Will Ellis Head of Digital Learning ResourcesDrivers and blockers to teachers accessing, repurposing and sharing digital resources.
Learning Platform Service FrameworkLaunched December 2006
Aims to provide
value for moneytechnical standards and interoperabilitysimplify aggregated procurement
Consequences regarding educational content and resource discovery
Profile of technical standards raisedPlatforms for content search, management and delivery
Technical standards for learning contentTools for content development
A better understanding of content conformance to standards
Guidance on creating standards conformance content - SCORM application profiles
An abundance of tools both commercial and non-commercial for SCORM and QTI
Very poor conformance to standards (packaging, metadata, runtime, sequencing, XML)
SCORM Vs Core SCORM Vs Common Cartridge Vs Assets
Technical standards for resource discoveryBecta has been involved in work in the UK to identify and encourage the adoption of standards for enabling resource discovery:
Shibboleth and the UK Access Management FederationOIA-PMH for metadata harvestingATOM for content syndication SRU, SRW for searching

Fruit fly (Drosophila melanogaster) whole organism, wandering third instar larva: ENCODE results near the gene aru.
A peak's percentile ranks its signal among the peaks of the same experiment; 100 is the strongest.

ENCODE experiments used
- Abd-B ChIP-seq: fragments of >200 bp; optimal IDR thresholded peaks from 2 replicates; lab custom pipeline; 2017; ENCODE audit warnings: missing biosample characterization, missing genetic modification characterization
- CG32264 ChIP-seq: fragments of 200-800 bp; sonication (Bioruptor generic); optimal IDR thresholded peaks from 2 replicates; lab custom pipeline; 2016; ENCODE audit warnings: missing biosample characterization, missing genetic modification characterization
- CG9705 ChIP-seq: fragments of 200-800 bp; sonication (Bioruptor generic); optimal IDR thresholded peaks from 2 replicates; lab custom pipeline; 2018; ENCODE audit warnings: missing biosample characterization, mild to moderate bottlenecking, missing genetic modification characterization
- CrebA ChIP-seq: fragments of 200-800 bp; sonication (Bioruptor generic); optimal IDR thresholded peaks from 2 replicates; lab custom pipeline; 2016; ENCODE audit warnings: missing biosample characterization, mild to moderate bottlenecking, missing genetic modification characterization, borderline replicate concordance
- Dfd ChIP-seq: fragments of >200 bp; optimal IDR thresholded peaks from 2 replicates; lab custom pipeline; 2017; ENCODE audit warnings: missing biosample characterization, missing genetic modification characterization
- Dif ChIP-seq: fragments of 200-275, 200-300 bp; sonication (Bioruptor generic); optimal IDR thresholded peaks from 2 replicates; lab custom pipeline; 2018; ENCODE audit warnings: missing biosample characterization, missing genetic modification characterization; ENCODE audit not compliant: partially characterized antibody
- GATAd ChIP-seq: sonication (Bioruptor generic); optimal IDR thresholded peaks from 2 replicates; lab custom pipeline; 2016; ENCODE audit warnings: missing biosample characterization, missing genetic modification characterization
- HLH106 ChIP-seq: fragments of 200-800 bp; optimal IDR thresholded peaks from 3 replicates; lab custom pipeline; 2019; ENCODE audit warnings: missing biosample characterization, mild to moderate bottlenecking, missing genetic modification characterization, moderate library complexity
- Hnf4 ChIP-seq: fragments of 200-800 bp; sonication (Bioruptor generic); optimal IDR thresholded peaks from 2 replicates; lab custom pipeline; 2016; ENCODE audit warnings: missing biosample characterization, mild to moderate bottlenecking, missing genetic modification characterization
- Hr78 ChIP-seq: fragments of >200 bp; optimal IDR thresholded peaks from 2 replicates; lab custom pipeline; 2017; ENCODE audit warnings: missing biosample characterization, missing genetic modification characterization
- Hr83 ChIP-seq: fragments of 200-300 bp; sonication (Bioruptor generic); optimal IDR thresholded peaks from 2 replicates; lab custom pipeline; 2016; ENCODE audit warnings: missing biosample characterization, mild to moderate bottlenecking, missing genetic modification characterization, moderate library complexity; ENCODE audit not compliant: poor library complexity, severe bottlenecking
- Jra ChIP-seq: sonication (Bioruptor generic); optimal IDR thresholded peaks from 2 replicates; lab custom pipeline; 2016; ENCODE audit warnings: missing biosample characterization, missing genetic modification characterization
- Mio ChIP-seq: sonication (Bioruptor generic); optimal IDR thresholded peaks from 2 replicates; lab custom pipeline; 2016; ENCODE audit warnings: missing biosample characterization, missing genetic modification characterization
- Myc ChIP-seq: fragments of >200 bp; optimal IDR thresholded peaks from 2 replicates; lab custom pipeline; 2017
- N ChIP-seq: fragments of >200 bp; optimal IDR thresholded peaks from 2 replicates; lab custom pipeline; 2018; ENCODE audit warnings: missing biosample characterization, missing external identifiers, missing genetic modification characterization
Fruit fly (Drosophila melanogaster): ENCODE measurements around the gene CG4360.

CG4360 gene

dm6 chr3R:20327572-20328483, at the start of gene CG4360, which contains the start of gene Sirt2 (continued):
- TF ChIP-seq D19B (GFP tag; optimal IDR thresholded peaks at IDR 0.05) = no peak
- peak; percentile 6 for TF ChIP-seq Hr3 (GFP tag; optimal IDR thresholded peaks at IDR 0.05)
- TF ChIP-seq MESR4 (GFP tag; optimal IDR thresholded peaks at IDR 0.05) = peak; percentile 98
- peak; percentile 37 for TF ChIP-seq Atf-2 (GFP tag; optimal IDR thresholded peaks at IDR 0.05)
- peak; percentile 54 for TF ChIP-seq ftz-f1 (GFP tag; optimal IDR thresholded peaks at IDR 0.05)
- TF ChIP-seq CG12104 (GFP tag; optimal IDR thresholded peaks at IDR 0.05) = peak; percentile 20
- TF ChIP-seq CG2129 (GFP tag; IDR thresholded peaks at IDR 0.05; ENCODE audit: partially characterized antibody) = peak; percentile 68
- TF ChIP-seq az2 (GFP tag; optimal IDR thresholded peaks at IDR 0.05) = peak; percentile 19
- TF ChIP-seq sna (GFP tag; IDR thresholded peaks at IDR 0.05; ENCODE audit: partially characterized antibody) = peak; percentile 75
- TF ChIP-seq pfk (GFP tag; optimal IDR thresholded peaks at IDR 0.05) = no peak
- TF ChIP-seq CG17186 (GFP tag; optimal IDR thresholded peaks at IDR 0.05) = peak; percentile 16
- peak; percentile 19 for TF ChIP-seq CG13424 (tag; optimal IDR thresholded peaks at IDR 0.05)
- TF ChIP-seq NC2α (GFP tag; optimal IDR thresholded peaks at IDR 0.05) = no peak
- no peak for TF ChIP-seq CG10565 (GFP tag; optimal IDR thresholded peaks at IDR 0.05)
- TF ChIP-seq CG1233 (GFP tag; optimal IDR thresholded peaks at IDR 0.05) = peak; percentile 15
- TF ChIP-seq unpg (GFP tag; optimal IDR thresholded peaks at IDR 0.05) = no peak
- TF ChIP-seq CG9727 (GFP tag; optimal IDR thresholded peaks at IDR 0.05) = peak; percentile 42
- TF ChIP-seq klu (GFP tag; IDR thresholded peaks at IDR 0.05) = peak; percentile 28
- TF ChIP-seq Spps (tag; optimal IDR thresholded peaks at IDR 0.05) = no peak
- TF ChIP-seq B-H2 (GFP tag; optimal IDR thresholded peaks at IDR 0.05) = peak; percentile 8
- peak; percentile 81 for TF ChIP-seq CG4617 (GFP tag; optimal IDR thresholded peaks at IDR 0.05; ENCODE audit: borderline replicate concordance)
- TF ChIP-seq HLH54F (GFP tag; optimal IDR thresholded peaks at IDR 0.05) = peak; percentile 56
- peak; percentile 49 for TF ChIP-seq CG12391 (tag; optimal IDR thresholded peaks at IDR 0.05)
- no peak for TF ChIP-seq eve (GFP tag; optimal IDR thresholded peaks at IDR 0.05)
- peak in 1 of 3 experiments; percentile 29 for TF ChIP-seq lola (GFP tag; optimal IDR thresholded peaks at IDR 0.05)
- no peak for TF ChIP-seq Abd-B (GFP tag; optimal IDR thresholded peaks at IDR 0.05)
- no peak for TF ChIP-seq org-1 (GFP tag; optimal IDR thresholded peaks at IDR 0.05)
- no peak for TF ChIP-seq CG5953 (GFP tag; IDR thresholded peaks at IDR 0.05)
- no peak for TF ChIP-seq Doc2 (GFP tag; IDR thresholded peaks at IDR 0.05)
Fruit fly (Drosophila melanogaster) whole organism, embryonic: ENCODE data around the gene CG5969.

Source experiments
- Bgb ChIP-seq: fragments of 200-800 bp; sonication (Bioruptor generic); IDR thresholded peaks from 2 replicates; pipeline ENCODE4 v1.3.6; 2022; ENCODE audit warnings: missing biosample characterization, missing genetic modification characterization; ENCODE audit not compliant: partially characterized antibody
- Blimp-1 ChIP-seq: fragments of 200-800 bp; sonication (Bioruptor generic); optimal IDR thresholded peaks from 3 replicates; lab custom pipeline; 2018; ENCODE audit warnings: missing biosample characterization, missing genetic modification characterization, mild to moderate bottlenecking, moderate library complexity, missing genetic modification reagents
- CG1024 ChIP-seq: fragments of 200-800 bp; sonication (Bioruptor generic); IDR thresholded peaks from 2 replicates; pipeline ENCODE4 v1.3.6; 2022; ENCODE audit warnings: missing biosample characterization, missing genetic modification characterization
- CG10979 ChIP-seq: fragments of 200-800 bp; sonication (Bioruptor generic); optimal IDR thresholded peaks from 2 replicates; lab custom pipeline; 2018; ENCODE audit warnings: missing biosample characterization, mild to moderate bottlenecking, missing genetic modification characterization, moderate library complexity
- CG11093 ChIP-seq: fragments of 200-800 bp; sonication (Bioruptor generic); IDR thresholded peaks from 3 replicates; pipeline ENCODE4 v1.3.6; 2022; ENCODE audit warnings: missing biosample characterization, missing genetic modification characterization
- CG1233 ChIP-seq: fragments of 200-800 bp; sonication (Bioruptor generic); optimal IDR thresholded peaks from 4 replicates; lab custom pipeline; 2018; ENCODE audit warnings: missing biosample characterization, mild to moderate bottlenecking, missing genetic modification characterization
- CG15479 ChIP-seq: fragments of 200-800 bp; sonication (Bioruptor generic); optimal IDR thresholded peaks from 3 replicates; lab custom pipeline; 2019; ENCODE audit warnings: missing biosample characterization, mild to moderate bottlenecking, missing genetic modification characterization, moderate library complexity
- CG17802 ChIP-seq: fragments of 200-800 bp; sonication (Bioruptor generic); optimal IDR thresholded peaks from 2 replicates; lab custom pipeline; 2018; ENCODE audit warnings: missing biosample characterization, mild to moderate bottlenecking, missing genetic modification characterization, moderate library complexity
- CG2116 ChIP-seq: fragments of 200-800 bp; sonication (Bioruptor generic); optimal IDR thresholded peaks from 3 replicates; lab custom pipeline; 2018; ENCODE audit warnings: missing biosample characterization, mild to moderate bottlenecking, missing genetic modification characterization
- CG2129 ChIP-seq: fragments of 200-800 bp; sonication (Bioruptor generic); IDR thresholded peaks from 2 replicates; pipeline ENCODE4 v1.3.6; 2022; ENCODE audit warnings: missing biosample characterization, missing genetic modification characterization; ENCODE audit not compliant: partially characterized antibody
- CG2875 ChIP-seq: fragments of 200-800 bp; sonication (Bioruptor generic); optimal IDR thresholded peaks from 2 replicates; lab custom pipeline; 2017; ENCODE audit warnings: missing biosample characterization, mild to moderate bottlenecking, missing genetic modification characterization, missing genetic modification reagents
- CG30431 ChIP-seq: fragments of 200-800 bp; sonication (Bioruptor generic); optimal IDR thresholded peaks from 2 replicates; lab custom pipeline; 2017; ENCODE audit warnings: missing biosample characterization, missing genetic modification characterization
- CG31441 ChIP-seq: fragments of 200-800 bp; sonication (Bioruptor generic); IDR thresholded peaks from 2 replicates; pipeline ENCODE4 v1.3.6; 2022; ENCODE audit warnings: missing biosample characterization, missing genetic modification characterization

Some areas still require significantly more work
Metadata profile for educational content including vocabulary managementPersistent Identity
Despite this research there is not yet a cohesive national strategy for ensuring the adoption of standards and linking repositories to users.
Study Into drivers and blockers for sharing and reuseBecta commissioned a study in 2007 drawing information from:
A range of relevant journal articles and previous reports from agencies such as BectaConsultation with academics and researchers working in the relevant areasEvidence gathered directly from teachers via online discussion forums and email listsLevel 1 (L1) - TechnicalLevel 2 (L2) - Organisational,relating to the school, LEA, or GovernmentLevel 3 (L3) - Teacher-process, impacting upon the process by which teachers workLevel 4 (L4) - Teacher-emotional, caused by teacher feelings and emotions
Study Into drivers and Blockers for sharing and reuseTechnological (L1) drivers